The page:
As we begin to descend the coronavirus mountain – to borrow the Prime Minister’s analogy – the thoughts of business leaders have turned to the question of how to get Britain back to work.
Tuesday’s announcement by Chancellor Rishi Sunak that the job retention scheme, through which the government pays 80% of the wages of furloughed employees, has been extended until October will be welcomed across the retail sector.
With any business planning to make more than 100 redundancies required to allow at least 45 days for consultation, the original deadline of the end of June meant decisions over staff retention were rapidly coming to a head. Although some details of the extension pledge still need ironing out, it at least gives bosses breathing space as they weigh up the extent to which they can sustain current payrolls as we begin to emerge from this crisis.
Retail has already borne a heavy human cost from Covid-19. Data released this week from the Office for National Statistics (ONS) shows people working in sales and customer service occupations, a category that includes retail assistants, have experienced a higher death rate than the national average.
Essential retailers have done their very best to protect their staff by implementing social distancing guidelines and other protective measures. But the nature of frontline jobs means risk can never be eliminated entirely.
This week the government published new guidance to help the rest of the workforce return to work safely. Non-essential retailers must remain closed until 1 June at the earliest, while office workers should continue to work from home rather than their normal physical workplace wherever possible.
Retailers, and their legal teams, will be pouring over the details, figuring out the extent to which they believe they can satisfy the criteria. For shops, these include frequent cleaning of objects and surfaces that are touched regularly such as self-checkouts and trolleys, while for offices employers are being asked to fix teams or shift groups so that where contact is unavoidable it happens between the same people.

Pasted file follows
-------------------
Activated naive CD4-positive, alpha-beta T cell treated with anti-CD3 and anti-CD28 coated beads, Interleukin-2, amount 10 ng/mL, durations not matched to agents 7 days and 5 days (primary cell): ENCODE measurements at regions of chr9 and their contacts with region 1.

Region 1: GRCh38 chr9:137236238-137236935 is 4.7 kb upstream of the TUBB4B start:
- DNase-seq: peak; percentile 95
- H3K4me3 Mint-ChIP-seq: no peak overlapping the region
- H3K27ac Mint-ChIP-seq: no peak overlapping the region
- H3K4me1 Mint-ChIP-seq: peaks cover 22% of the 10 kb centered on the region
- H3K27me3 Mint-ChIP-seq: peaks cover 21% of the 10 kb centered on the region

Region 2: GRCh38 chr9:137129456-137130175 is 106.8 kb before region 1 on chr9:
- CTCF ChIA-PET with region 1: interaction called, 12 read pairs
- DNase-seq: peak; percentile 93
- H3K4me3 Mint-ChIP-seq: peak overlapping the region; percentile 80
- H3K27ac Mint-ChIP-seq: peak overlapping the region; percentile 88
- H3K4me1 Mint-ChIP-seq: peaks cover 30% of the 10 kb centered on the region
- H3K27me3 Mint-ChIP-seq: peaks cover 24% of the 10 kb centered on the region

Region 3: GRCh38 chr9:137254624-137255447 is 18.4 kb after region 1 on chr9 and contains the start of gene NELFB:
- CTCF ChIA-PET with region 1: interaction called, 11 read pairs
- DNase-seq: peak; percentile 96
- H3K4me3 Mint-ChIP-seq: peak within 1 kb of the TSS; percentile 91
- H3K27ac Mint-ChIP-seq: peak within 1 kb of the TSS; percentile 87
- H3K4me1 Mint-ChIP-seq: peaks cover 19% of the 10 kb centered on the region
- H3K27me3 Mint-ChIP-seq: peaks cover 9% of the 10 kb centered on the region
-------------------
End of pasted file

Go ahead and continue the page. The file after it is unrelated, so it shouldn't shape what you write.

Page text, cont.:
I’m also aware that many retail leaders are thinking longer-term about the future of work and how it might change after Covid-19. Chief executives I have spoken to, including those previously of the mindset that staff should be in the office at all times, are coming to the conclusion that for many of the workforce home working is here to stay, if not full-time then as a regular part of their weekly routine.
Some are already making plans to scale down head offices that may previously have housed the vast majority of white-collar workers but which in future will act more as hubs for meetings and project-specific tasks. As a consequence, investments are likely to shift away from office infrastructure to technologies that facilitate remote working.
More immediately, bosses will wait on further details from the Chancellor. Employers currently using the job retention scheme will be able to bring furloughed employees back part-time from August but with the caveat that businesses will be required to foot an, as yet unspecified, proportion of the wage bill. With many areas of retail having been devastated by enforced closures, any prolonged uncertainty over the size of the financial obligation runs the risk of furloughed workers being cut adrift in spite of the scheme extension.